Spain: Valle del Jerte lost 80% of cherry production due to rains

Spain: Valle del Jerte lost 80% of cherry production due to rains

So far, between 18 and 20 million kilograms of cherries have been lost, but the damage could continue to increase. The situation was considered a catastrophe since more than 70% of the region's economy depends on these fruits.

Cherry producers under the Protected Designation of Origin (PDO) Cereza del Jerte, Caceres Province, laments the loss of almost the entire cherry season in the Jerte Valley due to heavy rains in recent days. According to calculations by the Regulatory Council of the PDO, 80% of the harvest is damaged and considered lost.

So far, only 20% of the harvest had been collected, and a majority of the cherries still on the trees are cracked, rotten, or stained due to excessive moisture. According to the initial estimates by the president of the PDO Cereza del Jerte, José Antonio Tierno, the storm has spoiled “between 18 and 20 million kilograms” of cherries in Cáceres. This means losses of up to 70 million euros. This is a preliminary figure because the full extent of the damage is not yet known. In this regard, the outlook is not promising as more rain is expected in the region in the coming days.

In the Jerte Valley, over a hundred varieties of cherries are cultivated by a cooperative of producers. Out of all these varieties, only five native ones have the Protected Designation of Origin seal “Cereza del Jerte” (PDO “Cereza del Jerte”). These are the Cherries of Jerte and Picotas of Jerte.

The PDO expressed solidarity with the affected farmers. “The loss of the harvest is a catastrophe for the Jerte Valley because the entire families in the valley depend, on some level, on cherry cultivation,” says Tierno. “It should be noted that 70% to 80% of the region’s economy depends on these fruits. Therefore, this situation means having to live with only 20% of the income,” emphasizes the president.

The president of the PDO explains that if a small part of the harvest can be saved, “the goal will be to export as much product as possible because that’s where the highest value is obtained.” However, they are aware that it “poses a greater risk because the fruit would be in delicate conditions and may not withstand the process well.”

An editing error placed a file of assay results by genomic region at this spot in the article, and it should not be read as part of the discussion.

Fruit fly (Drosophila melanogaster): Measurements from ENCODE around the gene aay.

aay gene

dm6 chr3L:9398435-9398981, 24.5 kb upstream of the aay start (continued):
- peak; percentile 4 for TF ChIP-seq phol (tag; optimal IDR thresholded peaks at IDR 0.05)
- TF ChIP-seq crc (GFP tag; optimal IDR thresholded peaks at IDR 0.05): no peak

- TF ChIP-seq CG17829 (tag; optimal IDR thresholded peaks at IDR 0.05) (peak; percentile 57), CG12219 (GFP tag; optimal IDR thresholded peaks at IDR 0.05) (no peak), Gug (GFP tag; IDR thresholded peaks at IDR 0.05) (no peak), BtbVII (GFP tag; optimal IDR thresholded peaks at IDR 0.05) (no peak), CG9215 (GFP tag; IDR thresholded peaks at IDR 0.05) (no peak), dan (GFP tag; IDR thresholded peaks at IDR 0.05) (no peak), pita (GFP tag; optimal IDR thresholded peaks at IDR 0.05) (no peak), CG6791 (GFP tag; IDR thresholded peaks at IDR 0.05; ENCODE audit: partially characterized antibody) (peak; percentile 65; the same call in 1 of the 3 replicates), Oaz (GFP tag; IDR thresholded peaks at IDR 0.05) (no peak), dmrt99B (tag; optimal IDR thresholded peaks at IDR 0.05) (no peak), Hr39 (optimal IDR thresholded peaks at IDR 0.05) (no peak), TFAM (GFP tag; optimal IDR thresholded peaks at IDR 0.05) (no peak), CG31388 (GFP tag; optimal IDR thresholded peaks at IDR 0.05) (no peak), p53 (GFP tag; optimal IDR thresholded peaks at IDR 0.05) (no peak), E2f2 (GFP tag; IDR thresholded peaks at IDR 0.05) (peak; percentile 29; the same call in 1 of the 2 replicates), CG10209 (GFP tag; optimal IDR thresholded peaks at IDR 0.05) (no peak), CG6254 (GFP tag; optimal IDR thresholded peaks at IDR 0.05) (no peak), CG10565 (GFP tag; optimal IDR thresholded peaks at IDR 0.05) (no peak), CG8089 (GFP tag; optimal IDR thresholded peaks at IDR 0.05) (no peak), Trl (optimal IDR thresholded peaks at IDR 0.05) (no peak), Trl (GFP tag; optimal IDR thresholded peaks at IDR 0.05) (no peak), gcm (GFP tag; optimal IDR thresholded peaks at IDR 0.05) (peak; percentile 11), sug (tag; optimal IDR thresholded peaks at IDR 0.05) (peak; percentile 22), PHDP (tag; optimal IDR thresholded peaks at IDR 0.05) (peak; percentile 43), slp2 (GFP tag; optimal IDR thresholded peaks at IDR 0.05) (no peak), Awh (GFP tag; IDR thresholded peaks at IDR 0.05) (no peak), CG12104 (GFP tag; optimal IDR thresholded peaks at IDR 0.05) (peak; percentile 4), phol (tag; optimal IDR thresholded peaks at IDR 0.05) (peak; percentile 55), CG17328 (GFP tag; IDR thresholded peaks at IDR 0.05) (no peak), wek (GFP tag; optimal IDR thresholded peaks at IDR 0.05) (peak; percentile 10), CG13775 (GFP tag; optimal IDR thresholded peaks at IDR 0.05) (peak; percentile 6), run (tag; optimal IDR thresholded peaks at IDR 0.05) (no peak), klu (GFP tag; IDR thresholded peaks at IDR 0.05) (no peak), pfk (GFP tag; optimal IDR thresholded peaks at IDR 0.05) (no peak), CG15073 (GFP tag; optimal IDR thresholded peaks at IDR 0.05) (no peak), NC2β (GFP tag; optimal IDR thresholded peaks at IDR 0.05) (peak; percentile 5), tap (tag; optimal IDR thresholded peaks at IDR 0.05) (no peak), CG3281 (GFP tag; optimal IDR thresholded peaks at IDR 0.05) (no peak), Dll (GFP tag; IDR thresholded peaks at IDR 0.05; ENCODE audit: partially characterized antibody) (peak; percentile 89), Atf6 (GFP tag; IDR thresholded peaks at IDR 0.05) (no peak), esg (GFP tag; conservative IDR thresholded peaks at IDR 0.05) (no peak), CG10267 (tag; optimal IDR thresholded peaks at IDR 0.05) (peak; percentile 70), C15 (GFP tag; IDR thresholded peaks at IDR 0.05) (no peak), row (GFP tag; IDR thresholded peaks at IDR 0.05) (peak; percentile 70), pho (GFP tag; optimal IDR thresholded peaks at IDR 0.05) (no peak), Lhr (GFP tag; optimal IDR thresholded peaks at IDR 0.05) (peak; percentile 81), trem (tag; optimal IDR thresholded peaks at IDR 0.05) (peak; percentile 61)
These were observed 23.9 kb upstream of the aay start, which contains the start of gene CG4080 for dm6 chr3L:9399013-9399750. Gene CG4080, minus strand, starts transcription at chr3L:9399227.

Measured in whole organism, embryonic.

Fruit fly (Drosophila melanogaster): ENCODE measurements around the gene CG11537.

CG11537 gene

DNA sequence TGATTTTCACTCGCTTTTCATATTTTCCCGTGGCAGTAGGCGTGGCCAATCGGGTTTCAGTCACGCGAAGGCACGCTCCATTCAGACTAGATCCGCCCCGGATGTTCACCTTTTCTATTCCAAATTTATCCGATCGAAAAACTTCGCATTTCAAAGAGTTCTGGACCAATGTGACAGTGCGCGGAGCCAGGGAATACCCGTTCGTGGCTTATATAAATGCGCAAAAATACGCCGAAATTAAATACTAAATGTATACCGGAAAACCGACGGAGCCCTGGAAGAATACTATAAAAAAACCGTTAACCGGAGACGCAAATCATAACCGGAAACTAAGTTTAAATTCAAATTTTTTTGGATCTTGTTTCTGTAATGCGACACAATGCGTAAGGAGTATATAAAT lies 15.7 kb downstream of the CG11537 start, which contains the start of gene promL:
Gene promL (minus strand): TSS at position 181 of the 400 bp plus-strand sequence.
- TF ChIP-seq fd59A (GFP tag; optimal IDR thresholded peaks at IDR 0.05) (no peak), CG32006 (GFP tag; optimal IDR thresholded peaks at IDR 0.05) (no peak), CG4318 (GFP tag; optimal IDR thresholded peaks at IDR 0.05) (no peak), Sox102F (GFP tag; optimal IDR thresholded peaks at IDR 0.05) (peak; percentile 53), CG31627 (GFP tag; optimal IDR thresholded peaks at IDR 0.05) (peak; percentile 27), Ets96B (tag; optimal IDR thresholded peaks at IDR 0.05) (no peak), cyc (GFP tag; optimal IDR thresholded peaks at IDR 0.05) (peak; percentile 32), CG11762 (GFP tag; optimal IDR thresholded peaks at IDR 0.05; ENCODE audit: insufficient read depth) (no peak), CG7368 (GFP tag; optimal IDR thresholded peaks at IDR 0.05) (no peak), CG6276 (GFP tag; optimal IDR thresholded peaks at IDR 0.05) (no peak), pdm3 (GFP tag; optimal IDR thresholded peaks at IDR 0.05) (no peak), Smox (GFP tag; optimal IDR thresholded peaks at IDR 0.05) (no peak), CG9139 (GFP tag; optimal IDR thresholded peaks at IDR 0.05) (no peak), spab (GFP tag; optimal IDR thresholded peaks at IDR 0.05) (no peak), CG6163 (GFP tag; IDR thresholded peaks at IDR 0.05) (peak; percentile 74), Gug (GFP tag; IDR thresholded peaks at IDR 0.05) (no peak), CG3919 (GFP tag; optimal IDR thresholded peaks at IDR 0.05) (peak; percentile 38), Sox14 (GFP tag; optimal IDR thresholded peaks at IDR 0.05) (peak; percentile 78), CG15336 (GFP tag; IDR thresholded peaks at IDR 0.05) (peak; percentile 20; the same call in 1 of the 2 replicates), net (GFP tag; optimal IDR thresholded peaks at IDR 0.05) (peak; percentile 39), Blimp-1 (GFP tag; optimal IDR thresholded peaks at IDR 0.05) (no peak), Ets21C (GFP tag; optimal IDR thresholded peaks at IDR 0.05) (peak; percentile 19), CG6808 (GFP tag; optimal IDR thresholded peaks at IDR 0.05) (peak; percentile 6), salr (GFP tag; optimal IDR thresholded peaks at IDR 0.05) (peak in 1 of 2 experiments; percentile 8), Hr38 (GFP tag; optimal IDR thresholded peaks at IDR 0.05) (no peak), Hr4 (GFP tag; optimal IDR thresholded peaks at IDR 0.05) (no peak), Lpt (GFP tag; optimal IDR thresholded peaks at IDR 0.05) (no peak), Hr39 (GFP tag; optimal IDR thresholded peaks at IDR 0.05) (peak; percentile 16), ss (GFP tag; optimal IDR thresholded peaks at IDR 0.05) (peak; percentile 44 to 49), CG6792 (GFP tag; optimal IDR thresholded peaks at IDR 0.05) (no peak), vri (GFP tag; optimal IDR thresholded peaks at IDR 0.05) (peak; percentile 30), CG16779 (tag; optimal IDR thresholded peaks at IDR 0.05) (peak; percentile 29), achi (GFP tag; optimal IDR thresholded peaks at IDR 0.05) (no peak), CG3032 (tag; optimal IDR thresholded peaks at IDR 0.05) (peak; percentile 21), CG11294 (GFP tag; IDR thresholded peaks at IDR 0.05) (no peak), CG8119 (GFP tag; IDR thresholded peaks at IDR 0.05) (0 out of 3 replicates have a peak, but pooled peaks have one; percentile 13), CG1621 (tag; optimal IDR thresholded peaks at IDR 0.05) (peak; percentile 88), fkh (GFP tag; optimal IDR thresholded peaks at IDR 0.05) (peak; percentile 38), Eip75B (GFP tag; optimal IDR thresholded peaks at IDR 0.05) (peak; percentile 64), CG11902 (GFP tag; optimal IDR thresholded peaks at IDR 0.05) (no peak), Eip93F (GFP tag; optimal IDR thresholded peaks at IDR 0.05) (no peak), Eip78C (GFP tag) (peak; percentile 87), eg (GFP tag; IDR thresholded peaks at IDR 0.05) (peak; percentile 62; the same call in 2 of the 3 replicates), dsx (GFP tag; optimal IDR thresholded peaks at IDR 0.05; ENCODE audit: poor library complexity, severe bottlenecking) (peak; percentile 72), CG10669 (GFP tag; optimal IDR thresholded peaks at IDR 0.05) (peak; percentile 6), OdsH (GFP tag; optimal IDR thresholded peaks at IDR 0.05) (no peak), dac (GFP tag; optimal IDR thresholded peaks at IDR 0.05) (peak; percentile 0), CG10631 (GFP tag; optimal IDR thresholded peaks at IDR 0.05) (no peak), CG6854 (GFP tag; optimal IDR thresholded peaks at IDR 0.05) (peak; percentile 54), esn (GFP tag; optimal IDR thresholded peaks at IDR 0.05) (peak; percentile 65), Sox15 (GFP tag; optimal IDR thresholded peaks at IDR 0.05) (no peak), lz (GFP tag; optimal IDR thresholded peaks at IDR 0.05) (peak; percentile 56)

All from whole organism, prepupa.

The campaign already started unusually this year because the flowering was delayed by 10 to 12 days due to a lack of rain. Although high temperatures subsequently favoured the development of the fruits, until now, a good harvest was expected both in terms of volume and product quality.

Picota del Jerte les damaged

Picota del Jerte cherries are also affected. This campaign was just beginning its harvesting process. So far, the incidence of cracks in this variety is limited to 10% to 15% of the harvest, but according to Tierno, “if it continues to rain as planned, it will end up cracking as well.” Picota cherries are also very prone to developing stains, which reduces their value in the market. The Picota harvest accounts for 20% to 25% of the total cherry season.

The lack of insurance exacerbates the situation. Although the percentage had slightly increased this year, only between 5% and 7% of cherry orchards have insurance to cope with such disasters.

The PDO Cereza del Jerte recommends having policies to deal with disasters. President José Antonio Tierno argues that ideally, “the entire harvests should be insured because the livelihood of many families is exposed.” “It’s like people having their money and belongings on the street, waiting to see what might happen,” he concludes.

The PDO Cereza del Jerte supports the request for the declaration of a disaster area following the heavy rains that have ruined the harvest because it believes it is “clearly a catastrophe.” However, they demand that it be accompanied by “specific measures so that it doesn’t remain just an empty promise”.

Source: Cerezadeljerte.org

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